The First 'Land Plants'


Origin of Life:

Precambrian more than 570 MYA. Several hypothesis

Primordial soup: In 1953 Stanley Miller experimented adding water vapor, carbon, methane and ammonia. The mix was heated and electric sparkles where added. This produced complex organic molecules.Unfortunately it is thought that methane wasn't present during the Precambrian. The origin of organic molecules and life is more likely to be the result of a chance aggregation of molecules.

Procaryotic cells: First form of life were procaryotic cells (cells witout nuclear envelope) and they were heterotrophic (consuming carbohydrates to produce CO2 and energy)

The first photosynthetic cells (autotrophic organisms capable of producing carbohydrate with the sun energy) must have been similar to the cyanobacteria poducing stromatolites and still present on the SW coast of Australia. (Stromatolites are filaments of unicellular bacteria that bind calcium together and form rock like structures).

Plants are multicellular organisms made of eucaryotic cells (containing a nucleus with a nuclear envelope).

The origin of eucaryotic cells could be explained by the phagocytose theory

diagrammatic representation of the origin of a photosynthetic eukaryotic cell from a hetertrophic prokaryote. (Raven, P. et al ' Biology of Plants' 6th ed. 2003. p273)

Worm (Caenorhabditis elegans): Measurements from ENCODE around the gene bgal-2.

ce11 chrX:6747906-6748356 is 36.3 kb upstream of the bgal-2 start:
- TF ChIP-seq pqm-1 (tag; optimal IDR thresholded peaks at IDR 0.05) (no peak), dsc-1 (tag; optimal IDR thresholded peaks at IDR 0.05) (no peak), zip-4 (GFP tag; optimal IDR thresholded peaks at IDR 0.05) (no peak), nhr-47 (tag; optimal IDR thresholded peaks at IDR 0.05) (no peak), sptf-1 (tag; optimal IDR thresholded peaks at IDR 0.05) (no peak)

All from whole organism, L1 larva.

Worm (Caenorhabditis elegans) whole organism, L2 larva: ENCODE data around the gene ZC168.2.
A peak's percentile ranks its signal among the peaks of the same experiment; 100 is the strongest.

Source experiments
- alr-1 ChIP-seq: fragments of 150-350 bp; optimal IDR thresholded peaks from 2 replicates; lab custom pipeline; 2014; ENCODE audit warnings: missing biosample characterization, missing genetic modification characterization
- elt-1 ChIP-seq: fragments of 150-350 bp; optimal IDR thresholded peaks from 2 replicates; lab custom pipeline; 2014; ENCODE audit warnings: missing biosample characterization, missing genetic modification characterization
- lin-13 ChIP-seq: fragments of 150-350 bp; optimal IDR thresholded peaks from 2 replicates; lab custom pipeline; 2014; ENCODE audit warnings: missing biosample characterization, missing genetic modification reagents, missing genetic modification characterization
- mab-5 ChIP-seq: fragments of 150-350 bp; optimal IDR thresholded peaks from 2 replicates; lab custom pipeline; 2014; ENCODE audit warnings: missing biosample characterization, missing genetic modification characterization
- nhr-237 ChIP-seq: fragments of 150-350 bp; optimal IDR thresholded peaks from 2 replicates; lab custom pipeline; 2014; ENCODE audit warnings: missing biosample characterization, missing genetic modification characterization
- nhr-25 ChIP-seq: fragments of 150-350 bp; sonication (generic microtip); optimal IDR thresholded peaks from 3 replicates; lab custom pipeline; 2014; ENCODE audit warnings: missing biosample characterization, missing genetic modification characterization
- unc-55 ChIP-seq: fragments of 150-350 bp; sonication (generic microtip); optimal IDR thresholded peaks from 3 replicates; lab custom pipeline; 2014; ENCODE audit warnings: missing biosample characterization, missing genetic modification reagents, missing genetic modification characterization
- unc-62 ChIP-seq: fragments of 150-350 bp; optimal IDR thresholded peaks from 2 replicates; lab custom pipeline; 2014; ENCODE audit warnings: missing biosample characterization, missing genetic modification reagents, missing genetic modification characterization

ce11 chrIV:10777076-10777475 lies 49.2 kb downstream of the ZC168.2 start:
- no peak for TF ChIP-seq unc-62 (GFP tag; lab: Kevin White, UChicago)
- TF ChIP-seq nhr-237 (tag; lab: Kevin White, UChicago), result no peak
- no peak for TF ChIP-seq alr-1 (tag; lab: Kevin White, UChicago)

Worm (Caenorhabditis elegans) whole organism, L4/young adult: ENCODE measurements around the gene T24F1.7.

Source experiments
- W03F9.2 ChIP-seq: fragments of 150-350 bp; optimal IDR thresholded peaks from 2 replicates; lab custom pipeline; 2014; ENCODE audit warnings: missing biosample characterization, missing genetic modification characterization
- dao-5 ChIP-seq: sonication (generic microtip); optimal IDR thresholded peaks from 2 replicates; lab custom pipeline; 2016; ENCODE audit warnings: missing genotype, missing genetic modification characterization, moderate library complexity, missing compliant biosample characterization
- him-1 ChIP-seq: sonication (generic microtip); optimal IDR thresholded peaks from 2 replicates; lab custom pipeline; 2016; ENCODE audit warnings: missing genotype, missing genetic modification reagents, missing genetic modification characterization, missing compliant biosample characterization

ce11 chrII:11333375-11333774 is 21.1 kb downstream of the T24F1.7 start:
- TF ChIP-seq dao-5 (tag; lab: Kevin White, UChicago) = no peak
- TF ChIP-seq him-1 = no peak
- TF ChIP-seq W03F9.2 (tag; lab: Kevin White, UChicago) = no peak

The apparition of multicellular organisms is not restricted to eucaryotic cells. Some bacterias form aggregates of several cells, they are called protista. Some of those cells are even able to exchange genetic material between them and prefigure a kind of 'sexuality'.

Tree of life:

Bacteria, Archeae and Eukarya (Animals, Fungi, Algae, Plants).

The Three doamins of life and an outline of the history of the acquisition of some of the key components of plant cells. Plants are defined here as the group comprising green algae and land plants. (Kenrick, P. et al 'Fossil Plants' Natural History Museum. 2004:8)

Conquering the earth

Life cycles, mitosis and meiosis

Mitosis: one cell division resulting in two daughter cell.

2n ---> 2n + 2n

Meiosis: two cell divisions resulting in four products of meiosis.

2n --> 2n + 2n --> n + n + n + n


General diagramm of a plant life cycle.

Question : Place fecondation, Meiosis and Mitosis on this diagramm.

often plants are refered as embryophytes because the sporophyte (2n) is dependant (growing on) to the gametophyte (n).

But why sexuality appeared ? to promote diversity and exchange of genetic material.


Bryophytes comprises the mosses but also liverworts and Hornworts.

They are very simple organisms that are water dependant because they have no vessels to transport water in their stems and because they have mobile male gametes that need water to reach the female gametes.

In Bryophytes the gametophyte phase is predominant.

Life cycle of a moss (Phylum Bryophyta, class Brydae). (Raven, P. et al ' Biology of Plants' 6th ed. 2003. p418)

Marchantia polymorpha
Archegonial head
Archegonial head
Thalli with gemmae cups



Tracheophytes have tracheids (primitive vessels) and roots, they are less dependant on water. The sporophyte is now the dominant phase in the life cycle.


They are fossil organisms, with a very simple architecture. For example Cooksonia is a one dichotomous branched plant with terminal sporangia.

>Fern allies: Lycophyta, Psilophyta, Sphenophyta, Pterophyta